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Cache Business

How do two members of the art world decide what should go in their own apartment? By mutual persuasion.

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I was concerned that buying something that used to hang on the wall of a restaurant was kind of”—Adam Lindemann pauses—“idiotic. Spending money on something like that was quite stupid and definitely something that one would regret. But after I really thought about it for a long time—and obviously Amalia loves Damien’s work—I think the work is very important.”

The work Lindemann is referring to is The Sleep of Reason, a massive, nonfunctional medicine cabinet that’s part of Damien Hirst’s famous pharmacy-themed series. And until its sale at Sotheby’s in 2004 for $1.927 million, it could be found in a London restaurant called Pharmacy. Now, however, it’s the centerpiece of the midtown apartment Lindemann, 44, shares with Amalia Dayan, the ravishing 33-year-old granddaughter of the late Israeli Defense minister Moshe Dayan, who helped negotiate the Camp David accords and who wore a black patch after losing an eye in battle.


Since arriving in New York in 1997, Dayan has made her name in the art world by winning over clients at Jeffrey Deitch and Phillips and going on to become director of Gagosian Gallery. Last month, she opened her own Chelsea space, Bortolami Dayan, with Stefania Bortolami. The first show, titled “Closing Down,” features Tim Noble and Sue Webster, Paul Pfeiffer, and Hirst. And when it comes to her and Lindemann’s own collection, she rules, though not always.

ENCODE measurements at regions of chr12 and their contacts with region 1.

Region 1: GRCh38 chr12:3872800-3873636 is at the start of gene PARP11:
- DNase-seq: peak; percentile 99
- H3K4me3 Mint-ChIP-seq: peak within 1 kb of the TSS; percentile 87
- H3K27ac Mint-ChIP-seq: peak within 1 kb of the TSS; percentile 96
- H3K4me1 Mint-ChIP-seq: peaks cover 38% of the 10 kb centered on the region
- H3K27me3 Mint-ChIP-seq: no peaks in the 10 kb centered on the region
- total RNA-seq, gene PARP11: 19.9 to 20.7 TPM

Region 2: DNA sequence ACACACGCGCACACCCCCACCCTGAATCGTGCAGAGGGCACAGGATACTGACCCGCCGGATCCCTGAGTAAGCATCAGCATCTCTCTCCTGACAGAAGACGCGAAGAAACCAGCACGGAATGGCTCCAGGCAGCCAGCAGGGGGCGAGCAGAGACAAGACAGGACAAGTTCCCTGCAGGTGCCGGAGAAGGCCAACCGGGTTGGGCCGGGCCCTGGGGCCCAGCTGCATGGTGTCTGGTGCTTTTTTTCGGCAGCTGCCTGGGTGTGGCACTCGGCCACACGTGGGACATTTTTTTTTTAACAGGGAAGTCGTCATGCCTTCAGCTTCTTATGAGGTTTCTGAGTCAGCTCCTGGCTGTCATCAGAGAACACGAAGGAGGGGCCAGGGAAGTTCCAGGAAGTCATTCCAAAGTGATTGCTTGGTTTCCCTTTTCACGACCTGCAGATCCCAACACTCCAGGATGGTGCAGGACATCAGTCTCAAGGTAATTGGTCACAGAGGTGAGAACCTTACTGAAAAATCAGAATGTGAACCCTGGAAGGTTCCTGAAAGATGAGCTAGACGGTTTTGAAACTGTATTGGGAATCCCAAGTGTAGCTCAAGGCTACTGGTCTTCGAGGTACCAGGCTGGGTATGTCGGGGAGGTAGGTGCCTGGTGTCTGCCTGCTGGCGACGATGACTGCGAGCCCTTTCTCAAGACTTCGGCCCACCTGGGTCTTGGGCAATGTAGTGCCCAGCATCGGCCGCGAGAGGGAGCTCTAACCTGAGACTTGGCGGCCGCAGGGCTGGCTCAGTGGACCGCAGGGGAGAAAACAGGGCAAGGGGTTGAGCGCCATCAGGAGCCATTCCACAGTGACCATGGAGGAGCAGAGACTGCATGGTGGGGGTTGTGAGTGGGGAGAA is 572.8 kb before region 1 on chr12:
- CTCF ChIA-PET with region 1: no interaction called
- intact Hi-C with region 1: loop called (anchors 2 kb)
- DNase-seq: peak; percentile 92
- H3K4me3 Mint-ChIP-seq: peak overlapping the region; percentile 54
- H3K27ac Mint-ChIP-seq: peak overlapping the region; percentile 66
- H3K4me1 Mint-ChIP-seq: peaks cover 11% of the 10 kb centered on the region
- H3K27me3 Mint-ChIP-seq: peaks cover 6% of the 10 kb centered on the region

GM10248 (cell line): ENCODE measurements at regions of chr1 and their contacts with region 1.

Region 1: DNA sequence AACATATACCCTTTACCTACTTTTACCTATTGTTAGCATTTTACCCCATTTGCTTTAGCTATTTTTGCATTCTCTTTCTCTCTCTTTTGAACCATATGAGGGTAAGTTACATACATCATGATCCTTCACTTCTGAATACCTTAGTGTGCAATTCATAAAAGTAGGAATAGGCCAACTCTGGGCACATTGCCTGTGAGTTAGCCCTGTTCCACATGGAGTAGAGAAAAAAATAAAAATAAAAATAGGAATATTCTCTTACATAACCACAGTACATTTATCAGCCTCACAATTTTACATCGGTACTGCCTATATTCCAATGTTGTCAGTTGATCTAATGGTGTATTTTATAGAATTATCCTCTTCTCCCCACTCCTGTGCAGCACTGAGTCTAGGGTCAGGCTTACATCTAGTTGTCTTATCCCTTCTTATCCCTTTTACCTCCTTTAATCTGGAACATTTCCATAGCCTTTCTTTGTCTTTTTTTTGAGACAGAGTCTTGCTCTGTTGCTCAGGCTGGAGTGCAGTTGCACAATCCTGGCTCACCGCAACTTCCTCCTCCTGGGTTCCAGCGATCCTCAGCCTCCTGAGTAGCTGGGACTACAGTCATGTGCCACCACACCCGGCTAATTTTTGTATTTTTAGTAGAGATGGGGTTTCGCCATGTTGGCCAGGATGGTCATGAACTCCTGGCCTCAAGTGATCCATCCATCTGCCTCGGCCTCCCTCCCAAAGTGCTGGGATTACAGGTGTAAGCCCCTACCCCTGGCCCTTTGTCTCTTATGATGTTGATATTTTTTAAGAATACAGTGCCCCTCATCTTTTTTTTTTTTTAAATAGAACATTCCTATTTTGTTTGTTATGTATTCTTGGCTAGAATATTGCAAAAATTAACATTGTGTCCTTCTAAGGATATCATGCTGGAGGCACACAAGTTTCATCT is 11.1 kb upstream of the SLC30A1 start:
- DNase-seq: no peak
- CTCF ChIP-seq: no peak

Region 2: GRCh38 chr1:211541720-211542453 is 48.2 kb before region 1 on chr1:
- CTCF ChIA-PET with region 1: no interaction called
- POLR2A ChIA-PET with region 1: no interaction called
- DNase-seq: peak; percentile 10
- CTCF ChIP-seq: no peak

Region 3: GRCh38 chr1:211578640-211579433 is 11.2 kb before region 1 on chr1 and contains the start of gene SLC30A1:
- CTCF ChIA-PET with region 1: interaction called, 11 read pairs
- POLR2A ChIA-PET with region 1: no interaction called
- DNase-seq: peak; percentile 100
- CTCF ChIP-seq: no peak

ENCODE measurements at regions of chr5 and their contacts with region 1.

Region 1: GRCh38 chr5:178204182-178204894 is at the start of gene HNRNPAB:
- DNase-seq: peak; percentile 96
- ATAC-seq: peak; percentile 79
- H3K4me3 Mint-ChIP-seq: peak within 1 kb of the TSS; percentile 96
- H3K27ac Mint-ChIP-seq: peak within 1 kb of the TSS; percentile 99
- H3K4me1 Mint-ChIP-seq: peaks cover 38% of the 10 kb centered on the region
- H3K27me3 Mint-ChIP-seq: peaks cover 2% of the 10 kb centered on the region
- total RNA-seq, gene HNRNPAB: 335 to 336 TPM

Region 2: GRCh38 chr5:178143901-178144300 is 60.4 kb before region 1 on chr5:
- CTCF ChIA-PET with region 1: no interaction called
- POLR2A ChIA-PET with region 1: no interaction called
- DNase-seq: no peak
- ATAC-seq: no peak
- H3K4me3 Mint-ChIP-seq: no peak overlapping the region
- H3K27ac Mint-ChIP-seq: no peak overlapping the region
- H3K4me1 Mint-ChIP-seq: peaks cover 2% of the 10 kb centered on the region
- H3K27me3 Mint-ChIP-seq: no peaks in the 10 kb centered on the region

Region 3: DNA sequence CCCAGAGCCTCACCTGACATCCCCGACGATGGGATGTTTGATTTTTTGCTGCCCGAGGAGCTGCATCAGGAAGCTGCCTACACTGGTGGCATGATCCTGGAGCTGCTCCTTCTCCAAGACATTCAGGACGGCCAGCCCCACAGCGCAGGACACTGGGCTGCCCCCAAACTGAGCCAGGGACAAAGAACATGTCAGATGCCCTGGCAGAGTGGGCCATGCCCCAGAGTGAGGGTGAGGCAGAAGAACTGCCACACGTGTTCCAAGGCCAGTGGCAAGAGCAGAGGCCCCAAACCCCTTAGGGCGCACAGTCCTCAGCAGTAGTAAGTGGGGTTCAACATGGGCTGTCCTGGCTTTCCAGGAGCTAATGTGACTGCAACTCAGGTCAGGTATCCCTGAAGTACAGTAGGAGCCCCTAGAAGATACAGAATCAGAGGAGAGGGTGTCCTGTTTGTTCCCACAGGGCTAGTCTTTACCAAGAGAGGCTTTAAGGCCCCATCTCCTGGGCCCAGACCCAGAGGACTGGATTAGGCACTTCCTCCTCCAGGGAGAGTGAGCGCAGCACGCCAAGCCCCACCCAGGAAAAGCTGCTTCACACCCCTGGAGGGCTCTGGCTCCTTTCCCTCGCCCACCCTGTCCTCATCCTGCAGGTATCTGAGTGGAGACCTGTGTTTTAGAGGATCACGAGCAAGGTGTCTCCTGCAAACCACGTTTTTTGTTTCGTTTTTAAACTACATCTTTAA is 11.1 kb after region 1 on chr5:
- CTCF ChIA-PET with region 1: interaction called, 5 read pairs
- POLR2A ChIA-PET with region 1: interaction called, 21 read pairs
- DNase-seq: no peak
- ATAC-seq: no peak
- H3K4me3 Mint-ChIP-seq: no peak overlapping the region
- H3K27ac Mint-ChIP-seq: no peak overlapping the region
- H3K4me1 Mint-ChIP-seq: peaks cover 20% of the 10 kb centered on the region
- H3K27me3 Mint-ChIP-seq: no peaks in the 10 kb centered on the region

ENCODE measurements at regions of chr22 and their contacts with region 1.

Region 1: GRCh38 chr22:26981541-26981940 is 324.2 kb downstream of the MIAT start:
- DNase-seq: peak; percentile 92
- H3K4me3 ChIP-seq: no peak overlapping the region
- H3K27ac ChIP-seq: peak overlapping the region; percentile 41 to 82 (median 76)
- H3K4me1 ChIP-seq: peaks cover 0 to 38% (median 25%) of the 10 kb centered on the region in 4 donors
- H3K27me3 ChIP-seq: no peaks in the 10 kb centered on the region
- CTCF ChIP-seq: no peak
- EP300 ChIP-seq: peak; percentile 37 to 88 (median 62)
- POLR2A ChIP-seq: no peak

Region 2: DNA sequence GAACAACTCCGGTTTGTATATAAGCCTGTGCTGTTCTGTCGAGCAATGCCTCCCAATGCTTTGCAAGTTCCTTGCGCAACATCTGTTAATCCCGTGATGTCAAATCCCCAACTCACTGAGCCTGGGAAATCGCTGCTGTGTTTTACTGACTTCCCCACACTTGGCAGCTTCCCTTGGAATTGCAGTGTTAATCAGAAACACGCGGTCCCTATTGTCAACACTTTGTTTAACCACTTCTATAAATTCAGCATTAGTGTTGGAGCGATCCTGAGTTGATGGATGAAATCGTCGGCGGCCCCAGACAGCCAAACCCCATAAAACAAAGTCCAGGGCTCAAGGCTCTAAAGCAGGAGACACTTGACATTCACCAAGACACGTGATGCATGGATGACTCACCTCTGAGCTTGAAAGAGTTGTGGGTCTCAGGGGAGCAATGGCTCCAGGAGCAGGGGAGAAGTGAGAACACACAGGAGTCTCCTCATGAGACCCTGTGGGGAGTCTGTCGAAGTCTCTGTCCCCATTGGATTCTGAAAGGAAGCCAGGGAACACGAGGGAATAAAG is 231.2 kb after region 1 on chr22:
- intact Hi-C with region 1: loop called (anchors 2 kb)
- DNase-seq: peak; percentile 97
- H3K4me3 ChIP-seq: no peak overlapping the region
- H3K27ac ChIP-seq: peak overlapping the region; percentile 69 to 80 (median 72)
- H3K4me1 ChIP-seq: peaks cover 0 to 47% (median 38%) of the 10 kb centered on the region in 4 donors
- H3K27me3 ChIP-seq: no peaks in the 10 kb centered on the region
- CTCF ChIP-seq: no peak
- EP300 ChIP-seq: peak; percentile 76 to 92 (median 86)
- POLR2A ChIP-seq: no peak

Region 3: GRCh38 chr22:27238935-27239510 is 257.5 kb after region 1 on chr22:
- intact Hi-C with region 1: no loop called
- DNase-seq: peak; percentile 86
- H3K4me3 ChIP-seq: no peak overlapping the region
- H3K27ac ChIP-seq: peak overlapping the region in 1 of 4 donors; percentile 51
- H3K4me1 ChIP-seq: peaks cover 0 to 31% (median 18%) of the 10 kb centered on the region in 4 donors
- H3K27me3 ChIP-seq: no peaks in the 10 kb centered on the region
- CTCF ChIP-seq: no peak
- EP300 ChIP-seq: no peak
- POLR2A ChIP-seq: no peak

“The thing I didn’t win you over on was Maurizio Cattelan,” Dayan says to Lindemann. She’d wanted him to buy a Cattelan self-portrait sculpture in which Cattelan’s head is coming out of a hole. “But Franz West [the Austrian artist who designed much of the furniture in the apartment] was something you won me over on. His sculpture is sort of ugly art. But I think it is very relevant now. I would love to have one in the apartment.”

Lindemann says he’s not interested in anything other than that one piece that is an artist’s defining moment. “When a piece makes me get that message, then it is a must—unfortunately, because really, I would prefer not to buy any of it.” In between not buying, however, he’s been compiling a book, Collecting Contemporary, with advice from 30 well-known art-world figures, due out from Taschen in March. (He is also partnering with the designer Marc Newson to relaunch his watch company, Ikepod.)

One piece of collecting advice? Listen to Amalia. “She was right about the Cattelan,” Lindemann says now. “It was offered to me four times, and I rejected it every time—it just sold at Christie’s for $2 million.”


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